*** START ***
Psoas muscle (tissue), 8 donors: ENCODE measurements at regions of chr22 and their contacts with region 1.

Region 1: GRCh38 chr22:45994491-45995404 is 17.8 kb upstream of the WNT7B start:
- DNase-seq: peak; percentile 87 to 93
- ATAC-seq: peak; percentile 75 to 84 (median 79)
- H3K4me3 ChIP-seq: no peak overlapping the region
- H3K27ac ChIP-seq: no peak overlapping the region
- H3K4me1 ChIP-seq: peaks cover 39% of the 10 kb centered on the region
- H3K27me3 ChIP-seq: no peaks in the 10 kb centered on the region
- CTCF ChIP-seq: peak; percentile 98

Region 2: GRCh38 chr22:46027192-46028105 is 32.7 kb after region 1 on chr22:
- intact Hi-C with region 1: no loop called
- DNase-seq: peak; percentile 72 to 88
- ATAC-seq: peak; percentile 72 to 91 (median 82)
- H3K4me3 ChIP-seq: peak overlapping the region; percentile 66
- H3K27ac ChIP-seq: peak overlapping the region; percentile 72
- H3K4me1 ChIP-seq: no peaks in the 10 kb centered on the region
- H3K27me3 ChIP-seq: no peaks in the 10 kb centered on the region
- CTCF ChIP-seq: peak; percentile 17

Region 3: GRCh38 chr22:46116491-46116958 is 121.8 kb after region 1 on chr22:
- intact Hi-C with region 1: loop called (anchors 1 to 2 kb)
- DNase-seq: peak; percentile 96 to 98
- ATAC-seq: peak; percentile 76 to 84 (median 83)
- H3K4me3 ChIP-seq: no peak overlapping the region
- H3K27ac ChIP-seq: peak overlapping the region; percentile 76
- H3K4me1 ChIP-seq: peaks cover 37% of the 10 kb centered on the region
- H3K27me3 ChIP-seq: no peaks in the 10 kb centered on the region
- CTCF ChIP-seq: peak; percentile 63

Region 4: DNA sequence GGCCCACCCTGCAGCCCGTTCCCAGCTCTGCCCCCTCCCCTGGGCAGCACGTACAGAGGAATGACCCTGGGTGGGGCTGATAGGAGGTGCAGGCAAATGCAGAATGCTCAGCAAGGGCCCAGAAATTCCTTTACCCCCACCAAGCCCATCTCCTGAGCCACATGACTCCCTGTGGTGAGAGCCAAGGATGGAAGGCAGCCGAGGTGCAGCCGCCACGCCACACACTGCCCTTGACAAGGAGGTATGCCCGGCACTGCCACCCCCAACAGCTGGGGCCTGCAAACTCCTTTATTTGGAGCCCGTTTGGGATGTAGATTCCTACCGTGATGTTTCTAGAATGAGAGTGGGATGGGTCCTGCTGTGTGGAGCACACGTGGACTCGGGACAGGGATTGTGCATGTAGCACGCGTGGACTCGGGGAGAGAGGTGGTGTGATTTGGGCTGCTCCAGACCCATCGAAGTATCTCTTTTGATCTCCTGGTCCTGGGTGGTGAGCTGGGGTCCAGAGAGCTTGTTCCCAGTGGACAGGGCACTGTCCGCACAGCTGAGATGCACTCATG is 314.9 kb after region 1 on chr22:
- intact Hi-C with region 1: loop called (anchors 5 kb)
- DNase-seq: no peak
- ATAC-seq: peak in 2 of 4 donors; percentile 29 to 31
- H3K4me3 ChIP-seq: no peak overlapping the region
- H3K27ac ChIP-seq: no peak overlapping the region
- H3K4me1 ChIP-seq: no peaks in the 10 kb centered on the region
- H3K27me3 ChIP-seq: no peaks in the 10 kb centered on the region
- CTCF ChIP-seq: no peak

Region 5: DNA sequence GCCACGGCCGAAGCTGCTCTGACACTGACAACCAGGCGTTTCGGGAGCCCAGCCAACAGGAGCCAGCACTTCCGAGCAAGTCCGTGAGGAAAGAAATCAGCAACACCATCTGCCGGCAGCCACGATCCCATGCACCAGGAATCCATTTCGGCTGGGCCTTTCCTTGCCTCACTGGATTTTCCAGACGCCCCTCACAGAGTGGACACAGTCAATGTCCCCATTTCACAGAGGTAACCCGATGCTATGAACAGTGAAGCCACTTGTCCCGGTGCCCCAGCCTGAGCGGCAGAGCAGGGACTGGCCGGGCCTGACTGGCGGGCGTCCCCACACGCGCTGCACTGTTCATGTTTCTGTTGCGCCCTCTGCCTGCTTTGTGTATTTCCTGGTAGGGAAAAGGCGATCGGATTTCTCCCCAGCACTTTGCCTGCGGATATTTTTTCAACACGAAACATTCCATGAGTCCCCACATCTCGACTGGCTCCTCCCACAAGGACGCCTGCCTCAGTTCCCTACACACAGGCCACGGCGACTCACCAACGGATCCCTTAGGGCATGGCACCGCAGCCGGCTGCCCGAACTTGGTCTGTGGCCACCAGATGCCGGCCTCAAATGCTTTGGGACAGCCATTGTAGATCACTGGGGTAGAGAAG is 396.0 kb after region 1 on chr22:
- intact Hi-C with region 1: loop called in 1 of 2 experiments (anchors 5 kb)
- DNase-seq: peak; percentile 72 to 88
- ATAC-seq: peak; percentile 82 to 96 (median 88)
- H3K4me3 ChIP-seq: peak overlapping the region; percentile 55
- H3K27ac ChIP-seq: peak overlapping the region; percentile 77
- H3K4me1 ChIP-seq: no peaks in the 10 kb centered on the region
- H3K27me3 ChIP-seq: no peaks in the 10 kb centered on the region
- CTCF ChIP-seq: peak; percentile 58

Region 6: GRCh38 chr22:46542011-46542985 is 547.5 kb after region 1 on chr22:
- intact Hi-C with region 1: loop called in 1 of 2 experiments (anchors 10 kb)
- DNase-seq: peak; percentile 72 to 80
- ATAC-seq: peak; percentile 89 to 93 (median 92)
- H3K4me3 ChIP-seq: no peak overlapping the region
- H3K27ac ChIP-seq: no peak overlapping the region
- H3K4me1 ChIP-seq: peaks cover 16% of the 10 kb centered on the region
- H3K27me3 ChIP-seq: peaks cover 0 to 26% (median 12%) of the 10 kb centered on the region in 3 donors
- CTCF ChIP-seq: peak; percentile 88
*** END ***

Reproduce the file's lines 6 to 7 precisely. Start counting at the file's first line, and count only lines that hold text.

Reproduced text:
- H3K27ac ChIP-seq: no peak overlapping the region
- H3K4me1 ChIP-seq: peaks cover 39% of the 10 kb centered on the region